Invictus has some elements in common with the classic film On the Beach, for example. In that story, the world has been largely obliterated by nuclear war and while some survivors are overwhelmed and almost in denial of what has happened, others are focused on salvaging what can be salvaged and seeing if they can find other survivors. There’s no direct link between the stories of On the Beach and Invictus, exactly, but there is the same kind of tension between a person like Jane, who wants to confront the problems in front of her, maybe even rebuild some semblance of society, and others who have acquiesced to the nightmare they’re living.

Yanes: When people finish watching Invictus, what do you hope they take away from the story?

Rowntree: Ideally, I want people to walk away from Invictus with a sense of both urgency and hope. I want them to feel urgency about the need to address the challenges and pending disasters we’ve been courting through decades of environmental neglect and policy lunacy, and hope that if we respond to the urgency with something other than denial and inaction, there’s still a chance to avoid the sort of dystopia envisioned in the film. Put another way, the world needs more Janes now, rather than waiting until things are truly dire for people like her to emerge and lead the way.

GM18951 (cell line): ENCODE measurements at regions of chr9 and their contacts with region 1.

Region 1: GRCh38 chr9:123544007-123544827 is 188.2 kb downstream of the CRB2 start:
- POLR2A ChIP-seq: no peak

Yanes: Finally, what else are you working on that people can look forward to?

Rowntree: We just released Alla Prima, which is a stark contrast to Invictus, both thematically and conceptually. Alla Prima is a story told without use of words. Color represents desire in building a depiction of the passion and intimacy that exists between a truly connected couple. I hesitate to say more than that, because the story is meant to be told through the visuals – and maybe the story it tells each viewer is a little different. Alla Prima stars Ava Mir-Ausziehen and Malcolm Lovejoy, who are simply amazing. Their performance beautifully captured the connection, trust and mutual fervor I want to communicate in an erotic scene.

This month, we’ll release another film called Desolation. It’s another post-apocalyptic tale, this time about people who were left behind in an evacuation of the earth. It’s got a very different plot arc than Invictus, this one centered around a woman who’s forced to scavenge around in the dust of civilization’s collapse to survive, while awaiting her promised rescue. Stephie Staar and Dave Dixon star in Desolation.

Another project I’m very excited about is a series that will be filmed in New Orleans. It’s the story of an ancient book and the profound impact it has had on the lives of each person who has owned it over the years. The series is written by Sarah Valmont, whose vision I love and very much look forward to bringing to the screen.

Remember, you can learn more about Angie Rowntree by following her on Twitter at @AngieRowntree.

And remember to follow me on Twitter at @NicholasYanes, and to follow Scifipulse on Twitter at @SciFiPulse and on facebook.


No Comment